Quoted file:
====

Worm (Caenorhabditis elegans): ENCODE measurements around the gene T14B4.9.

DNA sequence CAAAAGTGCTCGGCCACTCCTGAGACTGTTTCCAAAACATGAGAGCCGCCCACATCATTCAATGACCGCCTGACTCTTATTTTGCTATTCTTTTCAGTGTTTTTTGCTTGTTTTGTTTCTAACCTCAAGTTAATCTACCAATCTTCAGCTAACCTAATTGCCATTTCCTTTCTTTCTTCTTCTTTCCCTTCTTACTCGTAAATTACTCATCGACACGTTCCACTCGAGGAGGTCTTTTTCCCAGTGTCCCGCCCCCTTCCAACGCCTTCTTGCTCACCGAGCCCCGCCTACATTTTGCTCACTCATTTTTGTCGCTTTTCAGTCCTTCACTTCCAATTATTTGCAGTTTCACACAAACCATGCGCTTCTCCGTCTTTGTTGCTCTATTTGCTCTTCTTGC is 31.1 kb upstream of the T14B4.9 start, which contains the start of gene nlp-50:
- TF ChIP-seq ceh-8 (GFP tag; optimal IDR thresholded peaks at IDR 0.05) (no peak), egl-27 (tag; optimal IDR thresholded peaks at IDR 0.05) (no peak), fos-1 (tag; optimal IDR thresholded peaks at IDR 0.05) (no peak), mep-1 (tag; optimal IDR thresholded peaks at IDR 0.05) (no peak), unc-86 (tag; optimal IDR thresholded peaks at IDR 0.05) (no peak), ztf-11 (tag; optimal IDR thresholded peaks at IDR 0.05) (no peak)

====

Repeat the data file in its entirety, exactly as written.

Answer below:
Worm (Caenorhabditis elegans): ENCODE measurements around the gene T14B4.9.

DNA sequence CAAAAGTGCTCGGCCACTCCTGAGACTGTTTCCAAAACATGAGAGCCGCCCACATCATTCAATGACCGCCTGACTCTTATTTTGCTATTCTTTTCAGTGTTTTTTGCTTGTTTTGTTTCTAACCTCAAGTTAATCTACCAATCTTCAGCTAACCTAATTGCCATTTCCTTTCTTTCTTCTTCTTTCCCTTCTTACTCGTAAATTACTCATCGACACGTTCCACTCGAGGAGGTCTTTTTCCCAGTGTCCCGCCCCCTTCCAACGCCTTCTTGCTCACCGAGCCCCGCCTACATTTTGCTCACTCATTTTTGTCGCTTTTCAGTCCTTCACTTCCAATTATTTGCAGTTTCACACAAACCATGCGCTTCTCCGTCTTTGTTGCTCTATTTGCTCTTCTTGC is 31.1 kb upstream of the T14B4.9 start, which contains the start of gene nlp-50:
- TF ChIP-seq ceh-8 (GFP tag; optimal IDR thresholded peaks at IDR 0.05) (no peak), egl-27 (tag; optimal IDR thresholded peaks at IDR 0.05) (no peak), fos-1 (tag; optimal IDR thresholded peaks at IDR 0.05) (no peak), mep-1 (tag; optimal IDR thresholded peaks at IDR 0.05) (no peak), unc-86 (tag; optimal IDR thresholded peaks at IDR 0.05) (no peak), ztf-11 (tag; optimal IDR thresholded peaks at IDR 0.05) (no peak)